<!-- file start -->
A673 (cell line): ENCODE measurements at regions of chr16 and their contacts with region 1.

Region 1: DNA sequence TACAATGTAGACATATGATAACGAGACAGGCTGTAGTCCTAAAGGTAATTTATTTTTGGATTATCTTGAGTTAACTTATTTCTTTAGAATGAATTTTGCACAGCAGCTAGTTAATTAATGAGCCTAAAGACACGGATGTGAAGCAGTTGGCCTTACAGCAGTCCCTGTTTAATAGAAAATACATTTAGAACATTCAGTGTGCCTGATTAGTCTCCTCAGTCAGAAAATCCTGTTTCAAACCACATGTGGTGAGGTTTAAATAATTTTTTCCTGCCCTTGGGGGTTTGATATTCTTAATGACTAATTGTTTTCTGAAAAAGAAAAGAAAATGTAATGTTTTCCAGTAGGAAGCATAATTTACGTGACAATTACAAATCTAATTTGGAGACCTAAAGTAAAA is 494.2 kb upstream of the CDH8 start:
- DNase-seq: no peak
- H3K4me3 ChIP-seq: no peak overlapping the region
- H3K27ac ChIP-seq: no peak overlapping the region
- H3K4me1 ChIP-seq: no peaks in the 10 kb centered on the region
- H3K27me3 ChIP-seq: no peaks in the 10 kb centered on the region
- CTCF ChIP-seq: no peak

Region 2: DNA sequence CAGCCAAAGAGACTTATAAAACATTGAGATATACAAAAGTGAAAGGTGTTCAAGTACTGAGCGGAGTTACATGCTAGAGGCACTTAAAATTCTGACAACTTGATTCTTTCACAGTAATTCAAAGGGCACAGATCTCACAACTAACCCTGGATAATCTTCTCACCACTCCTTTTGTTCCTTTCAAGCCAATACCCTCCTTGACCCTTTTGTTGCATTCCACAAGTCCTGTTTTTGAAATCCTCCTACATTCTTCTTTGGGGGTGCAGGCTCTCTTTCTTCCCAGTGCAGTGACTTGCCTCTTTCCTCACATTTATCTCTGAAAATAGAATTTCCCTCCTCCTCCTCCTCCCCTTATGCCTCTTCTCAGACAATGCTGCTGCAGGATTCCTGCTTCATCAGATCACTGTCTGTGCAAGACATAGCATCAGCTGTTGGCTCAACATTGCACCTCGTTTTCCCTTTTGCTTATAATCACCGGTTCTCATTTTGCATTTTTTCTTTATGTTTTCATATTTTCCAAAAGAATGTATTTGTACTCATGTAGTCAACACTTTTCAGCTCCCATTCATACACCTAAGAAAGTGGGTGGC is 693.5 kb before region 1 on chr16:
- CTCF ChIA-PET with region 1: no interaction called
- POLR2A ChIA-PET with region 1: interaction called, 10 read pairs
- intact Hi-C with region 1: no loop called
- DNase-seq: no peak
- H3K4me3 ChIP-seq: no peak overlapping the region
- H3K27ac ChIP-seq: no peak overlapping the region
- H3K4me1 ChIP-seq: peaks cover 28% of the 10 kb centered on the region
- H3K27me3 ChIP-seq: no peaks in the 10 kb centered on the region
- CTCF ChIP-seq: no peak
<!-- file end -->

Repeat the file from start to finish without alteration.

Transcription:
A673 (cell line): ENCODE measurements at regions of chr16 and their contacts with region 1.

Region 1: DNA sequence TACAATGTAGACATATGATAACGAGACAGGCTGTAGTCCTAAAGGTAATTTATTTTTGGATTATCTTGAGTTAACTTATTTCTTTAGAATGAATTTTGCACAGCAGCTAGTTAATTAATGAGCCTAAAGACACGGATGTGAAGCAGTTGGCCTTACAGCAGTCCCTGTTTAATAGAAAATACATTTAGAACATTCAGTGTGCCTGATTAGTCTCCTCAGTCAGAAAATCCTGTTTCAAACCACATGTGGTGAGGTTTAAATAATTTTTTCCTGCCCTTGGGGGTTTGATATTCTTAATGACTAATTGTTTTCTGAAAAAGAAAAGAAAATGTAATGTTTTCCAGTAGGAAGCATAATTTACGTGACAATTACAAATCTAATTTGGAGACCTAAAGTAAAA is 494.2 kb upstream of the CDH8 start:
- DNase-seq: no peak
- H3K4me3 ChIP-seq: no peak overlapping the region
- H3K27ac ChIP-seq: no peak overlapping the region
- H3K4me1 ChIP-seq: no peaks in the 10 kb centered on the region
- H3K27me3 ChIP-seq: no peaks in the 10 kb centered on the region
- CTCF ChIP-seq: no peak

Region 2: DNA sequence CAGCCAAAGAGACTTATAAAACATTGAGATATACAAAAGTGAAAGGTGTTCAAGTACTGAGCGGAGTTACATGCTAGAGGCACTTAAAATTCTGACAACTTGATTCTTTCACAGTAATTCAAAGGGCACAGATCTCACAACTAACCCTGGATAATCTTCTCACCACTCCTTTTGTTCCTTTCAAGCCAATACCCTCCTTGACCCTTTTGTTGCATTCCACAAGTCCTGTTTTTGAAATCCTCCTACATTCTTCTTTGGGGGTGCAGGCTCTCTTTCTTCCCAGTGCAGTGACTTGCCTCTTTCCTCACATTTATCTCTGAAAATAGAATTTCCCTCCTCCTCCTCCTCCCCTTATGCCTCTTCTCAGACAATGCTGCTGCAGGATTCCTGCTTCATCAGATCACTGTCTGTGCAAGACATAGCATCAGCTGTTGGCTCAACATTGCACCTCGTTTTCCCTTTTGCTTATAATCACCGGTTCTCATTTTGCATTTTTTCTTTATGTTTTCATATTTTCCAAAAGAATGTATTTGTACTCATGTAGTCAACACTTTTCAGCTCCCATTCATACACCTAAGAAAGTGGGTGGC is 693.5 kb before region 1 on chr16:
- CTCF ChIA-PET with region 1: no interaction called
- POLR2A ChIA-PET with region 1: interaction called, 10 read pairs
- intact Hi-C with region 1: no loop called
- DNase-seq: no peak
- H3K4me3 ChIP-seq: no peak overlapping the region
- H3K27ac ChIP-seq: no peak overlapping the region
- H3K4me1 ChIP-seq: peaks cover 28% of the 10 kb centered on the region
- H3K27me3 ChIP-seq: no peaks in the 10 kb centered on the region
- CTCF ChIP-seq: no peak